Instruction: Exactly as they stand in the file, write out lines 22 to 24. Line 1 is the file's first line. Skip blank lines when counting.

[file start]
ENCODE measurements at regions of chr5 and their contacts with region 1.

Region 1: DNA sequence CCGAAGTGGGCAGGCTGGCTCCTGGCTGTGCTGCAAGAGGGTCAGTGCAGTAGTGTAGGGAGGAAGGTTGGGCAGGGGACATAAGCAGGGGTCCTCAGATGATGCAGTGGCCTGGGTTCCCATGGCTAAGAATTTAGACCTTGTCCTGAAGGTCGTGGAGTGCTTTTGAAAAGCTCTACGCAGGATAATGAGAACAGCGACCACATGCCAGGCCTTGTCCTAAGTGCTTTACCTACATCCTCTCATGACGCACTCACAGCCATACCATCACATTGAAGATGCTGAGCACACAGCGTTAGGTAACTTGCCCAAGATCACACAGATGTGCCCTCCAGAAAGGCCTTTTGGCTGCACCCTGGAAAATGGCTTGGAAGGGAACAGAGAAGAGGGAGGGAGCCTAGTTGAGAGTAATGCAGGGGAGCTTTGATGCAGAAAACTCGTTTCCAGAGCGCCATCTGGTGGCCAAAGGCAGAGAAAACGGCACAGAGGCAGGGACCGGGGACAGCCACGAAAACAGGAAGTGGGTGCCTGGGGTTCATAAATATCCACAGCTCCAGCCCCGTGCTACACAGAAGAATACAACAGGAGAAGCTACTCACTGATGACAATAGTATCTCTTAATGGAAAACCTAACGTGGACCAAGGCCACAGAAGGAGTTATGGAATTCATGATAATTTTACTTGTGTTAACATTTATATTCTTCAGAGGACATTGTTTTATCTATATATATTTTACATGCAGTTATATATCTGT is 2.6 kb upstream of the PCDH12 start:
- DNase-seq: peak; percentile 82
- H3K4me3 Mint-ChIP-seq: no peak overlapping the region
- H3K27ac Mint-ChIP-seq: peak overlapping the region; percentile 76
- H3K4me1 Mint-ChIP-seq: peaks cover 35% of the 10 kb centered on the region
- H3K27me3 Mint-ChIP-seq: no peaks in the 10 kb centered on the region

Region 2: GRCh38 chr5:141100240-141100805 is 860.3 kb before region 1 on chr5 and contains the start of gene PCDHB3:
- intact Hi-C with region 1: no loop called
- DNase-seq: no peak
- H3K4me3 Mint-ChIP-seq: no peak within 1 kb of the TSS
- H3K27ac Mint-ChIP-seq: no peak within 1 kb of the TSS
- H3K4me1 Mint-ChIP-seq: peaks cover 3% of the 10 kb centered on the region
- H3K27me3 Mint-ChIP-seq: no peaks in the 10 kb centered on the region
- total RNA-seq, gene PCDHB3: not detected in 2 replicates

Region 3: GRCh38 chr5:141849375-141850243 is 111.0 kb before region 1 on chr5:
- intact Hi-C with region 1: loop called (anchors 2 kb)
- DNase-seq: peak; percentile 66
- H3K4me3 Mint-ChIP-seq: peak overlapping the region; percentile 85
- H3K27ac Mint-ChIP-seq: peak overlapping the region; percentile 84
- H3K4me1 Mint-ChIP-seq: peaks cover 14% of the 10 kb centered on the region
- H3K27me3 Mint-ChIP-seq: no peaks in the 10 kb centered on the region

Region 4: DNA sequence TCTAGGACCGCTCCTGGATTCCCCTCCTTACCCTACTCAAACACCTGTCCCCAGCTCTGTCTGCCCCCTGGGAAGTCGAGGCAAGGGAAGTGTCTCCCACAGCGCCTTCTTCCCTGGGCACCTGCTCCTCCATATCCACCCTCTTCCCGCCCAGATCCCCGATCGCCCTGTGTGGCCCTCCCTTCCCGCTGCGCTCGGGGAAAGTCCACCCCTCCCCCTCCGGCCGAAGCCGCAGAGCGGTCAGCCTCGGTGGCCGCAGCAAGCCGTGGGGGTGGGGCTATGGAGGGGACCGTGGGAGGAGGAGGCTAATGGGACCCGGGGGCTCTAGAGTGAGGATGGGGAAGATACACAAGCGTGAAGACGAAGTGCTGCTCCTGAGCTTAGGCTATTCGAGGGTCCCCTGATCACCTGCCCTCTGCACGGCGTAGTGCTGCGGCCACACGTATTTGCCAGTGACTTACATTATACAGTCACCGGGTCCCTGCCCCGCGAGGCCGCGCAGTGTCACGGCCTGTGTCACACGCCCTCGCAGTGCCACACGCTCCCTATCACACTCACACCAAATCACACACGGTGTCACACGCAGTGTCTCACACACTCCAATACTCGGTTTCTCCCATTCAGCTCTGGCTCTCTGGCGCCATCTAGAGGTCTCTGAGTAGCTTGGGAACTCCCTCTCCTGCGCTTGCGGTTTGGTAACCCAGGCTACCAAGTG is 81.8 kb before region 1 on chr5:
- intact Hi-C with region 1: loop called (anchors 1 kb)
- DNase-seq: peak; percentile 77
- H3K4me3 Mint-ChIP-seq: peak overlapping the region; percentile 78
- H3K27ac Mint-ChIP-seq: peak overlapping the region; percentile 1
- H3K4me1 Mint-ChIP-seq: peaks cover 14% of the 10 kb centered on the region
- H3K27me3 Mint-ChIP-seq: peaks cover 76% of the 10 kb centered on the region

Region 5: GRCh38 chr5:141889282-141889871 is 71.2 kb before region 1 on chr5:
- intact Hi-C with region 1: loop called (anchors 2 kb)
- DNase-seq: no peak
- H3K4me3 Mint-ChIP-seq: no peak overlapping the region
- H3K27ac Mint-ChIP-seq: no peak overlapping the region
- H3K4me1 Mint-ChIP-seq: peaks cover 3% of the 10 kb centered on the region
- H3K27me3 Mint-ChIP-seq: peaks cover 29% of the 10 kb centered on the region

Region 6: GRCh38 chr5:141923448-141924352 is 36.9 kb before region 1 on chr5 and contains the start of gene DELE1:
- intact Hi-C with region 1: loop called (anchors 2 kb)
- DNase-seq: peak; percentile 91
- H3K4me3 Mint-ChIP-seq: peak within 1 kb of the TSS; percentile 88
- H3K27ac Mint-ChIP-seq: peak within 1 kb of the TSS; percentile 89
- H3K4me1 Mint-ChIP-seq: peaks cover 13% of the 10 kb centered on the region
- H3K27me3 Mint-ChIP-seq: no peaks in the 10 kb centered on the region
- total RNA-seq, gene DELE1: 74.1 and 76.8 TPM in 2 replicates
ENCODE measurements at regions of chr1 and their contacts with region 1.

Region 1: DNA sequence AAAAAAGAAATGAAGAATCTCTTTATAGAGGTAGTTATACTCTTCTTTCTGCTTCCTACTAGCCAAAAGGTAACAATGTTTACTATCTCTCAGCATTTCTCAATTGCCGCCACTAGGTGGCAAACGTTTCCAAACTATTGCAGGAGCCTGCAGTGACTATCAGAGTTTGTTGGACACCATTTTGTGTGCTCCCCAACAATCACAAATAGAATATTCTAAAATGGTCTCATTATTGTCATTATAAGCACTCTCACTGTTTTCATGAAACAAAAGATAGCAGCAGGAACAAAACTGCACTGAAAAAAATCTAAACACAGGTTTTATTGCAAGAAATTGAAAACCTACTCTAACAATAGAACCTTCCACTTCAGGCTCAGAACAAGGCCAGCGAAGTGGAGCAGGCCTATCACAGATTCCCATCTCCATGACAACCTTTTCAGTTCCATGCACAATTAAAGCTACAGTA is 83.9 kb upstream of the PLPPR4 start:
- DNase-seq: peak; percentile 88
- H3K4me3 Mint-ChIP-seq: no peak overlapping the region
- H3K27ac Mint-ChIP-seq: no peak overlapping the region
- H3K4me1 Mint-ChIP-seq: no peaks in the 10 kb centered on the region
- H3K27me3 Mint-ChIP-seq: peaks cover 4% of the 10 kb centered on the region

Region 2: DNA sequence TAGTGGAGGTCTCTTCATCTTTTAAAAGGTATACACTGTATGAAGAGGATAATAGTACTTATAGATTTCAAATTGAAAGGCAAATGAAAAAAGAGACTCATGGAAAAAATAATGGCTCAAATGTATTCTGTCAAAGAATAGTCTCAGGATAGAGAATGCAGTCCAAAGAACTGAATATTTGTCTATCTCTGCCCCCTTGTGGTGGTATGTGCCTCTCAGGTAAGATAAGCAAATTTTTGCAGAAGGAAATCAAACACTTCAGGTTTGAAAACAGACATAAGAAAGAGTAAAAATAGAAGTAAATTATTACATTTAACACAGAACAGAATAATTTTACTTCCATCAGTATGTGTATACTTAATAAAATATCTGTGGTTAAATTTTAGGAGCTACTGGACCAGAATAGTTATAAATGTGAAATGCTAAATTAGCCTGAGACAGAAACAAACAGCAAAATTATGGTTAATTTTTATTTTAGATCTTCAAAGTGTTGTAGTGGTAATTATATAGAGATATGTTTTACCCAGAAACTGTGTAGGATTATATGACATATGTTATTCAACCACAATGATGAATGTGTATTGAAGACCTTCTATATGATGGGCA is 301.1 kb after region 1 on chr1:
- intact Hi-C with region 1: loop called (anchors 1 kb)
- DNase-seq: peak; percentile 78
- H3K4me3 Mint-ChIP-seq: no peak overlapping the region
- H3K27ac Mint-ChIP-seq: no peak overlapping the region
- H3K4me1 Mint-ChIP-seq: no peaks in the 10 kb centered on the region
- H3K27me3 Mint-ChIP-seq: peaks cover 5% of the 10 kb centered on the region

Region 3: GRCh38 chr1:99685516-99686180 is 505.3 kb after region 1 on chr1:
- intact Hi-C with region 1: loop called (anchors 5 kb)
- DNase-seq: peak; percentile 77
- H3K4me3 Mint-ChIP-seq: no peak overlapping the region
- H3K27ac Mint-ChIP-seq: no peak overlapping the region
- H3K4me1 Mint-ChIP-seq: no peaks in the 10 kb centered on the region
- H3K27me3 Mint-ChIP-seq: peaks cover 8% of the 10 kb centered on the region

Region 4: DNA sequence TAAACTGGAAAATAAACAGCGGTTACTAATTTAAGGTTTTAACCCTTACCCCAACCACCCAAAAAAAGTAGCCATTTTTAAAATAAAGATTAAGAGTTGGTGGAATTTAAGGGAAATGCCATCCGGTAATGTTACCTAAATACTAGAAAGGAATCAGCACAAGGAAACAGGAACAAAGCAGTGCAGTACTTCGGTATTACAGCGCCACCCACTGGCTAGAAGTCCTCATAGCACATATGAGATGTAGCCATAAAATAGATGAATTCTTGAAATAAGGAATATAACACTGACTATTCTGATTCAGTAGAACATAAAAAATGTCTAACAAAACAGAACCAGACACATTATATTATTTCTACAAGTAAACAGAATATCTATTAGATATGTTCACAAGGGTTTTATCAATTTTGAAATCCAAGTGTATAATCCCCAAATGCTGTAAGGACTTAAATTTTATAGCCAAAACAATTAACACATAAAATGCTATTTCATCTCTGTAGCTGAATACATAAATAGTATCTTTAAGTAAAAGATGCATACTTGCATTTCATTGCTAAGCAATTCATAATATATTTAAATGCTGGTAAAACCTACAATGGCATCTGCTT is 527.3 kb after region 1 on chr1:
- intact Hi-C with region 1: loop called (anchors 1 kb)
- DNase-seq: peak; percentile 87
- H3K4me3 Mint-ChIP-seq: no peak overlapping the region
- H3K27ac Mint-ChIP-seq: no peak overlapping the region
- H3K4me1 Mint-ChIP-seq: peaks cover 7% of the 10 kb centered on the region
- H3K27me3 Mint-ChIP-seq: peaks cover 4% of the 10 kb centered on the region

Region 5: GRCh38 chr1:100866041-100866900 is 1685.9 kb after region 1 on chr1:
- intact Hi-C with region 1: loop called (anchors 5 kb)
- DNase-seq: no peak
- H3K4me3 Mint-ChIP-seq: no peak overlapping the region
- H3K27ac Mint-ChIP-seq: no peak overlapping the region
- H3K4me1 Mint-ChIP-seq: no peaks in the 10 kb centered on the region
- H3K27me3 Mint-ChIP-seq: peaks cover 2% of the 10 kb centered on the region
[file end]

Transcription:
- H3K27me3 Mint-ChIP-seq: no peaks in the 10 kb centered on the region

Region 4: DNA sequence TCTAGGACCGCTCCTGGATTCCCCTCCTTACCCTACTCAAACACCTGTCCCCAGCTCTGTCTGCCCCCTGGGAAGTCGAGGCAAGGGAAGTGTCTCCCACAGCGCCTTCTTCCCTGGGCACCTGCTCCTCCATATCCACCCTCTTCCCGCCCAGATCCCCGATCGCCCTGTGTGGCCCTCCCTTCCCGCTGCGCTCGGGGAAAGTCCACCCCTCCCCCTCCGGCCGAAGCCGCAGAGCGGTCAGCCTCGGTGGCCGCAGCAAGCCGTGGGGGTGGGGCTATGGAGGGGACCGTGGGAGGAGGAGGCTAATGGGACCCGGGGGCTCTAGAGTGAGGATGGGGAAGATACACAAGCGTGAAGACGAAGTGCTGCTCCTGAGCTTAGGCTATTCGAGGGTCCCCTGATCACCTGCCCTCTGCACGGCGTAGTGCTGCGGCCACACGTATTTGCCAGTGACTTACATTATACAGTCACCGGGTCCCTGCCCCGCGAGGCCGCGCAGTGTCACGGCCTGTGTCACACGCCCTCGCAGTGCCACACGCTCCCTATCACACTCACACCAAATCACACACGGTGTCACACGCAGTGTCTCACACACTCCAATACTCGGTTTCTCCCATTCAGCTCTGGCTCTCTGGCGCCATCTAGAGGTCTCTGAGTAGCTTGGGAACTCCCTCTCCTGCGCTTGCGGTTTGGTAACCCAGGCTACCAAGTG is 81.8 kb before region 1 on chr5:
- intact Hi-C with region 1: loop called (anchors 1 kb)